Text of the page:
Dear People’s people,
One of my colleagues likes to joke that people are called to the ministry because God thinks they need extra supervision. While I might argue with some of that, there are times when I wonder if I am called to this work so you all can teach me the things I need to learn, over and over and over again. This happens in large and small ways. It happens in conversations about meaning, when you all tell me how you understand things and I gain new insights. It happens in committee meetings when I remember that I am the only one in the room paid to be there, that the rest of you are doing the work of the church because it matters so much. It happens in pastoral care, when you all try to make sense of the pain of life and show me what it means to live with integrity and courage.
One of the things that I have been learning over and over again in recent months is that we are better together than we are alone. Our ideas, our influence, our compassion, everything we do is better when we do it together. Whenever I start to prioritize doing things myself, I am reminded again and again that we are all in this together—and we are better together.
Here are some of the moments that I have remembered this. When we launched what we now know as the Widening Our Welcome process, I thought I knew what the best outcome would be—adding a service. Now, having heard ideas from many of you, I am not certain that that would be the best path forward for us. I have heard so many wonderful ideas about religious education, ways of worshipping, and how to reach people who might value what we have to offer, but aren’t here yet for various reasons. I know not everyone has had a chance to engage in this process yet—and I hope you will. Conversation tables are happening over the next few weeks.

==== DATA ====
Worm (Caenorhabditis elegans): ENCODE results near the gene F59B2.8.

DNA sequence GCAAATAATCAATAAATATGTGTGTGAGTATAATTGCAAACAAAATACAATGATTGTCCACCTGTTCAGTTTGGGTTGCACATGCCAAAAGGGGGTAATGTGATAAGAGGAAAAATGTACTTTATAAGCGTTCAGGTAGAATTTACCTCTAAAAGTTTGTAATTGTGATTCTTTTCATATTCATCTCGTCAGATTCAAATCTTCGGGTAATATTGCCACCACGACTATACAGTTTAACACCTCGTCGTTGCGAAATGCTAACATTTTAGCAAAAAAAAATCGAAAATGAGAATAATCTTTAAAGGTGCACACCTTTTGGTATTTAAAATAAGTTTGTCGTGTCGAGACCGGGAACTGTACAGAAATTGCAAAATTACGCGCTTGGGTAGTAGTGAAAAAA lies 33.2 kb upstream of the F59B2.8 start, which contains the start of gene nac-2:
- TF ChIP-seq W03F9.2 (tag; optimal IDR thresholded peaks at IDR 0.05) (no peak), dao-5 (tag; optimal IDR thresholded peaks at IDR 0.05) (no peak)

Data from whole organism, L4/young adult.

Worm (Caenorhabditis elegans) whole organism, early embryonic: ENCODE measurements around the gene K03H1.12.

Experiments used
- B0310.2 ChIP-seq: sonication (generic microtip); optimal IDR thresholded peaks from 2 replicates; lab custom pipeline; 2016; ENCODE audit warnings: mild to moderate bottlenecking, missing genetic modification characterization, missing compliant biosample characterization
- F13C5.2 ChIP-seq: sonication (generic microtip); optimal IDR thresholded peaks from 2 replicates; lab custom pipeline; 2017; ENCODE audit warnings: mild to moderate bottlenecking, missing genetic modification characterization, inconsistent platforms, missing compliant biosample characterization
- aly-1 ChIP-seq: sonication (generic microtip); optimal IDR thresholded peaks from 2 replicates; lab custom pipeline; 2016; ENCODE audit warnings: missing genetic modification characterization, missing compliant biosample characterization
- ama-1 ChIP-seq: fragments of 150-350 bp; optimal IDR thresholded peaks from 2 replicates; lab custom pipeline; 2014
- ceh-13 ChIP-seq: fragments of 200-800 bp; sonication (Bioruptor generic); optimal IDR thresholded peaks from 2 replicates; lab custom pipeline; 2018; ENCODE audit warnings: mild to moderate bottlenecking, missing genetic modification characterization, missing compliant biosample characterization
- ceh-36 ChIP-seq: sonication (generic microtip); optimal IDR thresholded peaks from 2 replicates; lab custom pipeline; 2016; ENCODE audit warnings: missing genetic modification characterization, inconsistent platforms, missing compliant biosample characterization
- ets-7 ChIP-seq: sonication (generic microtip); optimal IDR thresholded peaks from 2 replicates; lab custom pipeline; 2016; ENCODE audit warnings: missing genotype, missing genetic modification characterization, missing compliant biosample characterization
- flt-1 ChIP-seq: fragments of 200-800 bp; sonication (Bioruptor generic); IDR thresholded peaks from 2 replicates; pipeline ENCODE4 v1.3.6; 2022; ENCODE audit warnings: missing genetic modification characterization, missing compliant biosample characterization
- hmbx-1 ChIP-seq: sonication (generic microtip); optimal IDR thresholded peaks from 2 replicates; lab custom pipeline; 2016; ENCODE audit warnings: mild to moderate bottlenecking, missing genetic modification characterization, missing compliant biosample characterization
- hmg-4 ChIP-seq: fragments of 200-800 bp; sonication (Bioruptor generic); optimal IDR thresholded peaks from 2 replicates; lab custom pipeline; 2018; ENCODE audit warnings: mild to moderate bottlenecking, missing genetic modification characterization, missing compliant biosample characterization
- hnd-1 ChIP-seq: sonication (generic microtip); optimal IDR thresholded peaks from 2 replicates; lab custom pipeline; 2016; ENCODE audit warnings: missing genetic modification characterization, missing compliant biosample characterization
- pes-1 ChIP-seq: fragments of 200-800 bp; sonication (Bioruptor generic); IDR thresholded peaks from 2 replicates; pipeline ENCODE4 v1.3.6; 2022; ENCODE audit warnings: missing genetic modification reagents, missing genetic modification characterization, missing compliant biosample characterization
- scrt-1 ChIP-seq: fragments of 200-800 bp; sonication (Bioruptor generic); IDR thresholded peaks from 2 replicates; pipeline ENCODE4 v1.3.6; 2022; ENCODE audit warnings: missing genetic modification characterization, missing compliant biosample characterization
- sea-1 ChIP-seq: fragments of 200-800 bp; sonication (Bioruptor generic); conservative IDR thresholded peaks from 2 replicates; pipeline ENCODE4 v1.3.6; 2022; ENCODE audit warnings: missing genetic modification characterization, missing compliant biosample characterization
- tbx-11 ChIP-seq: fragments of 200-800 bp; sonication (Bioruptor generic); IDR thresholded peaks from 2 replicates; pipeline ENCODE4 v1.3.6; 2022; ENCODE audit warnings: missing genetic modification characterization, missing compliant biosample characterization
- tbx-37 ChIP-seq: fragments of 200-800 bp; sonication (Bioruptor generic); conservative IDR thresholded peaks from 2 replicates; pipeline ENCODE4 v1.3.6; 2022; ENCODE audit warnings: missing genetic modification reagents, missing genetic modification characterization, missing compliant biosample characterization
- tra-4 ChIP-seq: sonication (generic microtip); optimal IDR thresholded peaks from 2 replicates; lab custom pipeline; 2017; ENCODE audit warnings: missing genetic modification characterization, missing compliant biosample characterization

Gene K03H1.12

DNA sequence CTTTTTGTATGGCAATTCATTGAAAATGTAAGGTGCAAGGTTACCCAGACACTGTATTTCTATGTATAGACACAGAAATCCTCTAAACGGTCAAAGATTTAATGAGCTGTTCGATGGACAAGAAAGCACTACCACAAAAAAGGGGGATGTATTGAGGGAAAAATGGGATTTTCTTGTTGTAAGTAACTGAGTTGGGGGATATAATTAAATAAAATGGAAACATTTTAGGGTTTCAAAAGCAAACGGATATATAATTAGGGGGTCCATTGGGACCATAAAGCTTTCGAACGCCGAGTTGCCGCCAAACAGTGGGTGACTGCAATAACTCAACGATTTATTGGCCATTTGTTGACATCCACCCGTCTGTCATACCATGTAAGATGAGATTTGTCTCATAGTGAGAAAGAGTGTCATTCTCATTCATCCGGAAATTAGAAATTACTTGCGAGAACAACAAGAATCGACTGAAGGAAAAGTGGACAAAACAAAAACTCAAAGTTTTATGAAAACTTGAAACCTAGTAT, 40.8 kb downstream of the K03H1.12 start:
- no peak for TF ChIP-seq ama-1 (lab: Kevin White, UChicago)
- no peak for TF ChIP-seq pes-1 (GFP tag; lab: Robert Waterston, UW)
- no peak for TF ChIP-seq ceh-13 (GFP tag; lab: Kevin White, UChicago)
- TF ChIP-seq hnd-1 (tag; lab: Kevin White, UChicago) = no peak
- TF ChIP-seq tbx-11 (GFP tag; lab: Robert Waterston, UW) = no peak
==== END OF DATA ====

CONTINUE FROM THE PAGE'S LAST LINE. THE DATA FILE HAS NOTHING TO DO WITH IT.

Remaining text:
I have learned that we are better together as we develop a new mission and vision for the church. Just over a year ago, many of you gathered to talk about your dreams for the church. After some fits and starts, a draft mission statement should be making its way to you in the next few weeks. I hope you will offer feedback and suggestions. The draft I have seen is poetic and powerful – and it will be made even better as we talk about it together. Thank you to all who participated in the workshops, the workshops facilitators, the writing team, and the board members who worked on this project.
I am also in the process of preparing for my parental leave – my baby should be arriving in mid-April. Again and again, the people I have asked to do more—staff, volunteers, area UU ministers who will come to lead worship – have said yes. Their willingness to do more reminds me that the work of our church is bigger than any of us individually, that we step up to support one another when support is needed. I am so grateful that you all are providing me with eight weeks of paid leave and yearn for a world in which every new parent is treated as justly.
Thank you for all the ways you remind me that we are better together.
See you in church,